Andrew Ittleman:  Right.  You know, we can get into those proposed regulations.  I think that ultimately with Luskey you may have a situation where -- as a society, I think that we need to make a decision as to whether we want to, every time a new technology comes out, write new laws to govern that technology or apply existing laws to the new technology and there's never really a perfect answer.

There's a criminal case from the U.S. Supreme Court back in the 40s.  It's called United States v. McBoyle.  In the McBoyle case, a person had stolen an airplane, had brought it across state lines and was prosecuted with having shipped a stolen motor vehicle in interstate commerce.  And his defense in the case was that this is an airplane.  It's not a motor vehicle.  And all the courts took a look at it until the Supreme Court said well, it moves and it's got a motor.  It's a motor vehicle.  And the Supreme Court said hell, no to that.  In that case, the Supreme Court required the government to write new law governing the shipping of stolen airplanes in interstate commerce.

Trace Mayer:  Because motor vehicle was overly broad.

Andrew Ittleman:  Exactly.

Trace Mayer:  And therefore didn't pass constitutional muster.

Andrew Ittleman:  Right.  And so that's great on the one side constitutionally.  But then on the new side, you take a guy like Luskey saying, "Okay, I'll write new laws for that."  And then well, now we're dealing with that issue.

Trace Mayer:  Isn't that what's really difficult with bitcoin is actually pinning it down definitional about what it exactly is?

Andrew Ittleman:  Well, in terms of regulation and what we're seeing in the U.S. given that there's a number of different federal agencies to come out and comment on bitcoin legal issues, bitcoin is going to be regulated not based on bitcoin as a thing, but based on how it's used.

So the SEC can regulate the issuance of bitcoin related securities and if bitcoin is being used itself as a security CFTC can come out and regulate it as a commodity.  FinCEN can come and regulate it as money transmission.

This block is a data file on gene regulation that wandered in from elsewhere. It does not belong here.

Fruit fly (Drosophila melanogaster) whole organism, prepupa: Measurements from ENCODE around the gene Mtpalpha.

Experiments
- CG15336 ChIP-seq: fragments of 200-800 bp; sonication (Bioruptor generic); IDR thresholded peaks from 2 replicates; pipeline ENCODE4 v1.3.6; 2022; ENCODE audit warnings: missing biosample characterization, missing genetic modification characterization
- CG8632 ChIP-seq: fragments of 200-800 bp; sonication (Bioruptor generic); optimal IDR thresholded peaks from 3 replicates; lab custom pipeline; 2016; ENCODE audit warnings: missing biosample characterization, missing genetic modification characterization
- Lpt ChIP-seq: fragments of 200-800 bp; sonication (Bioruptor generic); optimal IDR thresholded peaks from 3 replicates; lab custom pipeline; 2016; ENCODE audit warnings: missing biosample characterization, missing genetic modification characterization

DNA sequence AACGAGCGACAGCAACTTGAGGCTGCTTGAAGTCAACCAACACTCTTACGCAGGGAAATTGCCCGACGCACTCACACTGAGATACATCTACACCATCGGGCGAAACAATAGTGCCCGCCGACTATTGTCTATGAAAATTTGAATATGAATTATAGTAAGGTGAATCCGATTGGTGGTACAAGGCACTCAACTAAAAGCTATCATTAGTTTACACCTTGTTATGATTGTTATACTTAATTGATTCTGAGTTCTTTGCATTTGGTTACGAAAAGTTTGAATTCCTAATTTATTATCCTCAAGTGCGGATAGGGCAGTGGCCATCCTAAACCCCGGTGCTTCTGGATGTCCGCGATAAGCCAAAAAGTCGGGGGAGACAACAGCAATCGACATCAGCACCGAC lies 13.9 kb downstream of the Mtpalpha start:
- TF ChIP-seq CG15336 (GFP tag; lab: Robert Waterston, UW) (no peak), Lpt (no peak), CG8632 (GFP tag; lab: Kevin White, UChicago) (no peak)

Trace Mayer:  But can't that be overly broad and therefore not pass constitutional muster?

Andrew Ittleman:  Well, it's not an issue of the breath because all of those agencies certainly have the right to regulate in the bitcoin space.

Trace Mayer:  Do they?  Under the Supreme law of the land they may not.

Andrew Ittleman:  Well, if they're going to regulate bitcoin depending on how it's used.  That's one thing.  The problems going to arise if they're regulating it inconsistently.

So if one federal agency is saying something completely different from another and it puts the bitcoin related company into a position where you cannot possibly comply with both. That is what's going to raise the issues.

I don't see there being an issue of the power grab itself.  I see the issues coming when it becomes impossible to comply with both.

Trace Mayer:  One of the interesting things about the block chain is first is that it's just the organization of zeros and ones.

Andrew Ittleman:  Yes.

Trace Mayer:  Second, is that you can include in the block chain specifically organized information.  For example, people have included prayers in the block chain.

Andrew Ittleman:  Yes.

Trace Mayer:  People have included political speech in the block chain.  And last I checked in the supreme law of the land it says that Congress shall make no law regarding the freedom of speech or of the press.

And so when we're looking at bitcoin in the mid-90s, Zimmerman fought the crypto wars and the U.S. Supreme Court upheld cryptography as freedom of speech, under freedom of speech protections, under the Munitions Act.

Andrew Ittleman:  Yes.

Trace Mayer:  So is not the argument that bitcoin is merely speech which is what it is at its most basic component and I gave a presentation about this at the bitcoin conference in San Jose in 2013.  You know, what is bitcoin?  It's speech at its most basic core.

Andrew Ittleman:  You could say the same thing about money.  About money generally.  Really money, when I give you a dollar the dollar is just a piece of paper, but it memorializes value.  It memorializes the transaction itself.